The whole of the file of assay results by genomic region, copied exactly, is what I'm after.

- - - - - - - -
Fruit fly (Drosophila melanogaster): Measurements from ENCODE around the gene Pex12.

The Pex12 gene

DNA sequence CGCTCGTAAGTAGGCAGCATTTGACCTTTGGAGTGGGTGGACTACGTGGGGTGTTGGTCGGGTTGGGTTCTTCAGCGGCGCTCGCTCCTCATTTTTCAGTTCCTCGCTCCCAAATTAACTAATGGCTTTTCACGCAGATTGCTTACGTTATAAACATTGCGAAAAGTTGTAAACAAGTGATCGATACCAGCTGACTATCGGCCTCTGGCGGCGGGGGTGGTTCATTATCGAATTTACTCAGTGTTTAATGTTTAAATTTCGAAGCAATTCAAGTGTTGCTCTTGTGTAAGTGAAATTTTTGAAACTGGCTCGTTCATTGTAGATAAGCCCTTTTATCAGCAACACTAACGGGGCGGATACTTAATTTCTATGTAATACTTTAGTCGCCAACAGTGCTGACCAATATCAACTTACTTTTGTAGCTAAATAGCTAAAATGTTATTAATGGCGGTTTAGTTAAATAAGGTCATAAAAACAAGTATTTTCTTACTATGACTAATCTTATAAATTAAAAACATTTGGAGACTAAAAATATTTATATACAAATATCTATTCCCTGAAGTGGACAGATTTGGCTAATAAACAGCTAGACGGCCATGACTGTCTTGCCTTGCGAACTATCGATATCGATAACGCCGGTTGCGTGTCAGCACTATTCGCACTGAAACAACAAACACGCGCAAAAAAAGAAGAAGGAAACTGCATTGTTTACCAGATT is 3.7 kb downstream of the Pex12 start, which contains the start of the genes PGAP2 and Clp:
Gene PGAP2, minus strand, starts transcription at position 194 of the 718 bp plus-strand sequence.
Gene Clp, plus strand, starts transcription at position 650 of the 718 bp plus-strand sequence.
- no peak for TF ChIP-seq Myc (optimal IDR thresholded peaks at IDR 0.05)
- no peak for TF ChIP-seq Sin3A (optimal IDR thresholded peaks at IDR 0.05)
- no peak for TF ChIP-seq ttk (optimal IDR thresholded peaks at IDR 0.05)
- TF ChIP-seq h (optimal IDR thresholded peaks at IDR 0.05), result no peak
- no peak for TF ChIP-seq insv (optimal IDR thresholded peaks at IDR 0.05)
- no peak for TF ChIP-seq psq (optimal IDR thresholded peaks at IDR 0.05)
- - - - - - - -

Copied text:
Fruit fly (Drosophila melanogaster): Measurements from ENCODE around the gene Pex12.

The Pex12 gene

DNA sequence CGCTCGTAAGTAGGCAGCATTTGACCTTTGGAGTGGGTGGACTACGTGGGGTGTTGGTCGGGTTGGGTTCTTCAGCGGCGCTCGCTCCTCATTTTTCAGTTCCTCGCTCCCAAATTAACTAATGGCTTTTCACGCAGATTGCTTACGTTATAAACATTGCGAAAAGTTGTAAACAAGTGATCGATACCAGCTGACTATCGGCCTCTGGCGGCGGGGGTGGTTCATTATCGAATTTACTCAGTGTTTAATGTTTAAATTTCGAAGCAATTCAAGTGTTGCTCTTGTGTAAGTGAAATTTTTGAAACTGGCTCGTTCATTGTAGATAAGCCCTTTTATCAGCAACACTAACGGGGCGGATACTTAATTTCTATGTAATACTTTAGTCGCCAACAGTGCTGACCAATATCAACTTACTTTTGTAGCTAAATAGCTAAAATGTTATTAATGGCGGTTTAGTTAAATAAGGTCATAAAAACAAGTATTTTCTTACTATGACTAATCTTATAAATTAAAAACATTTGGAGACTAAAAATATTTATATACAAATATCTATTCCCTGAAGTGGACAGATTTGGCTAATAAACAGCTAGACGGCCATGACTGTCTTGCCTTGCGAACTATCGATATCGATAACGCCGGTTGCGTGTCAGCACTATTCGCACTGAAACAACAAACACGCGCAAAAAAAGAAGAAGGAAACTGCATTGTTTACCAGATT is 3.7 kb downstream of the Pex12 start, which contains the start of the genes PGAP2 and Clp:
Gene PGAP2, minus strand, starts transcription at position 194 of the 718 bp plus-strand sequence.
Gene Clp, plus strand, starts transcription at position 650 of the 718 bp plus-strand sequence.
- no peak for TF ChIP-seq Myc (optimal IDR thresholded peaks at IDR 0.05)
- no peak for TF ChIP-seq Sin3A (optimal IDR thresholded peaks at IDR 0.05)
- no peak for TF ChIP-seq ttk (optimal IDR thresholded peaks at IDR 0.05)
- TF ChIP-seq h (optimal IDR thresholded peaks at IDR 0.05), result no peak
- no peak for TF ChIP-seq insv (optimal IDR thresholded peaks at IDR 0.05)
- no peak for TF ChIP-seq psq (optimal IDR thresholded peaks at IDR 0.05)